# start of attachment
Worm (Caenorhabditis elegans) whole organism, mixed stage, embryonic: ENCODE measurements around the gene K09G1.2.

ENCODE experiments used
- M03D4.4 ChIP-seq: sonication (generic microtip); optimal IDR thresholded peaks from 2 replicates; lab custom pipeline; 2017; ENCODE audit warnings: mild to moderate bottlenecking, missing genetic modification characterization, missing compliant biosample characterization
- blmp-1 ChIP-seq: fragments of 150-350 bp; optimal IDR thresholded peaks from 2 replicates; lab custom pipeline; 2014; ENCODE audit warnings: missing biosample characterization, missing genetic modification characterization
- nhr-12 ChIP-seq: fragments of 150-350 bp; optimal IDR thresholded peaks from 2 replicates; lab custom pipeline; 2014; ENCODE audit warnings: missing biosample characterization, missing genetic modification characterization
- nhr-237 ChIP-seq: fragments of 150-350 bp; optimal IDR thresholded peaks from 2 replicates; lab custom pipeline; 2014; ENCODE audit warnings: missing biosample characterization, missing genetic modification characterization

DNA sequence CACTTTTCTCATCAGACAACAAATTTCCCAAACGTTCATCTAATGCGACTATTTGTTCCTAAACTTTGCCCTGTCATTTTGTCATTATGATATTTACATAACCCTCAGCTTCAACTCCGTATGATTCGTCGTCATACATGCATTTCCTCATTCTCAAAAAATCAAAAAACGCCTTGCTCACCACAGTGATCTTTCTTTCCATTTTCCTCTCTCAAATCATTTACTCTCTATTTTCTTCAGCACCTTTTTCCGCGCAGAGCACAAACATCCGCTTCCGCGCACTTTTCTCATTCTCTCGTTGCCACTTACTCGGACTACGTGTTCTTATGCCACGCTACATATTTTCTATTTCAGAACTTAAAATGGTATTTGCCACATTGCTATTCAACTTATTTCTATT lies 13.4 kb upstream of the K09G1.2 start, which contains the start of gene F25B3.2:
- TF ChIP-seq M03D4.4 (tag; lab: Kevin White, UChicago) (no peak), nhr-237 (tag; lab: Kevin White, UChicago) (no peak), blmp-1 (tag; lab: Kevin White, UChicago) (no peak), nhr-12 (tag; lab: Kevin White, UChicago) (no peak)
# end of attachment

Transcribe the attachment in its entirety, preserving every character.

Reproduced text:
Worm (Caenorhabditis elegans) whole organism, mixed stage, embryonic: ENCODE measurements around the gene K09G1.2.

ENCODE experiments used
- M03D4.4 ChIP-seq: sonication (generic microtip); optimal IDR thresholded peaks from 2 replicates; lab custom pipeline; 2017; ENCODE audit warnings: mild to moderate bottlenecking, missing genetic modification characterization, missing compliant biosample characterization
- blmp-1 ChIP-seq: fragments of 150-350 bp; optimal IDR thresholded peaks from 2 replicates; lab custom pipeline; 2014; ENCODE audit warnings: missing biosample characterization, missing genetic modification characterization
- nhr-12 ChIP-seq: fragments of 150-350 bp; optimal IDR thresholded peaks from 2 replicates; lab custom pipeline; 2014; ENCODE audit warnings: missing biosample characterization, missing genetic modification characterization
- nhr-237 ChIP-seq: fragments of 150-350 bp; optimal IDR thresholded peaks from 2 replicates; lab custom pipeline; 2014; ENCODE audit warnings: missing biosample characterization, missing genetic modification characterization

DNA sequence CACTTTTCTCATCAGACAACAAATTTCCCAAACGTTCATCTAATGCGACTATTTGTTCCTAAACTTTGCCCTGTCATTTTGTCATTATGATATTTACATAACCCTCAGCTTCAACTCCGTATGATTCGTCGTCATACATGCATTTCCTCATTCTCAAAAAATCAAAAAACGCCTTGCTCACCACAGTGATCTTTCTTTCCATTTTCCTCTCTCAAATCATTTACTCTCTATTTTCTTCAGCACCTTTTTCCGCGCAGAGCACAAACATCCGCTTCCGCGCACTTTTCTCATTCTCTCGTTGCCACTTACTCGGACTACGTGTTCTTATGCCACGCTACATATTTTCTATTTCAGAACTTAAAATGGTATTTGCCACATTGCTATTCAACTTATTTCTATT lies 13.4 kb upstream of the K09G1.2 start, which contains the start of gene F25B3.2:
- TF ChIP-seq M03D4.4 (tag; lab: Kevin White, UChicago) (no peak), nhr-237 (tag; lab: Kevin White, UChicago) (no peak), blmp-1 (tag; lab: Kevin White, UChicago) (no peak), nhr-12 (tag; lab: Kevin White, UChicago) (no peak)